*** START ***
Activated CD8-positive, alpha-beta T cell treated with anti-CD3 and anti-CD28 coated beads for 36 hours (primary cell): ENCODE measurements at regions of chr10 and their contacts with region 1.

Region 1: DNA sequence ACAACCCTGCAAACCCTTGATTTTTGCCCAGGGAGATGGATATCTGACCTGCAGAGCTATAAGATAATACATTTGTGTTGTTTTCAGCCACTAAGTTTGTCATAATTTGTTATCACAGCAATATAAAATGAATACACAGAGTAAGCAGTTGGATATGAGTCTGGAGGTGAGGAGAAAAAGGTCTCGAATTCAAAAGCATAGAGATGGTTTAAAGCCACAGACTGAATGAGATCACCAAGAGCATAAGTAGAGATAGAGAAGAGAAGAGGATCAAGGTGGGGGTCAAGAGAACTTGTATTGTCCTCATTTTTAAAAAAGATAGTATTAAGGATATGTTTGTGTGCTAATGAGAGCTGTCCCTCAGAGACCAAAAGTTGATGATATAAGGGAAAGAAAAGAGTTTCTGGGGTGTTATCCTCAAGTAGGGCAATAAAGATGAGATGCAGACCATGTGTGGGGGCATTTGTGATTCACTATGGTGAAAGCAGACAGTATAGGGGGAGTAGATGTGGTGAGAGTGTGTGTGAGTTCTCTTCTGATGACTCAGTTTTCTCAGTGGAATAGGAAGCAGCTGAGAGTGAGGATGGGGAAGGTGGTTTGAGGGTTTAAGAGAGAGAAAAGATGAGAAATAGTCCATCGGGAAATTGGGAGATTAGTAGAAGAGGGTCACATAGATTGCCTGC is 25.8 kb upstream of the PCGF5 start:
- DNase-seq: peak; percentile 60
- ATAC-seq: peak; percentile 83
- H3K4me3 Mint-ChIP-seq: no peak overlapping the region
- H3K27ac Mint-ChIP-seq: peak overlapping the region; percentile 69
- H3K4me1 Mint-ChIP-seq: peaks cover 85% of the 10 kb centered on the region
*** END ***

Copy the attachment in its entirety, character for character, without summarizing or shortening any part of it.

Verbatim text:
Activated CD8-positive, alpha-beta T cell treated with anti-CD3 and anti-CD28 coated beads for 36 hours (primary cell): ENCODE measurements at regions of chr10 and their contacts with region 1.

Region 1: DNA sequence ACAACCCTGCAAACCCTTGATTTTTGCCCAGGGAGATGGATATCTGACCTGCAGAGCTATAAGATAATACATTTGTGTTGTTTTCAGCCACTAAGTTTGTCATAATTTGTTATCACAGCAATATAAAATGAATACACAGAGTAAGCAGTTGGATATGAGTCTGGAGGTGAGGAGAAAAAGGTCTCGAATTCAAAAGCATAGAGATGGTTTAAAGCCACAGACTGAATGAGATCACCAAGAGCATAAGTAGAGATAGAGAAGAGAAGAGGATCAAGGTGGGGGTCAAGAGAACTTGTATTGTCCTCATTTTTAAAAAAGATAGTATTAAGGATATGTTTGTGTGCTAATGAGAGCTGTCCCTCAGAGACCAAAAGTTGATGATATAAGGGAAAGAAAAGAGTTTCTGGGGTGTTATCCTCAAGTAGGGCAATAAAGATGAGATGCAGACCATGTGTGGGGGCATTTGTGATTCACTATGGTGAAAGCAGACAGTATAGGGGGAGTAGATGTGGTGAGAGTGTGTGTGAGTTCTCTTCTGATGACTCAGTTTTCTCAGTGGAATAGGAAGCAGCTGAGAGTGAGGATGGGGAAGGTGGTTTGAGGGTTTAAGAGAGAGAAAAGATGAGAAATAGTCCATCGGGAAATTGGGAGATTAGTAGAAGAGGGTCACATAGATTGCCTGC is 25.8 kb upstream of the PCGF5 start:
- DNase-seq: peak; percentile 60
- ATAC-seq: peak; percentile 83
- H3K4me3 Mint-ChIP-seq: no peak overlapping the region
- H3K27ac Mint-ChIP-seq: peak overlapping the region; percentile 69
- H3K4me1 Mint-ChIP-seq: peaks cover 85% of the 10 kb centered on the region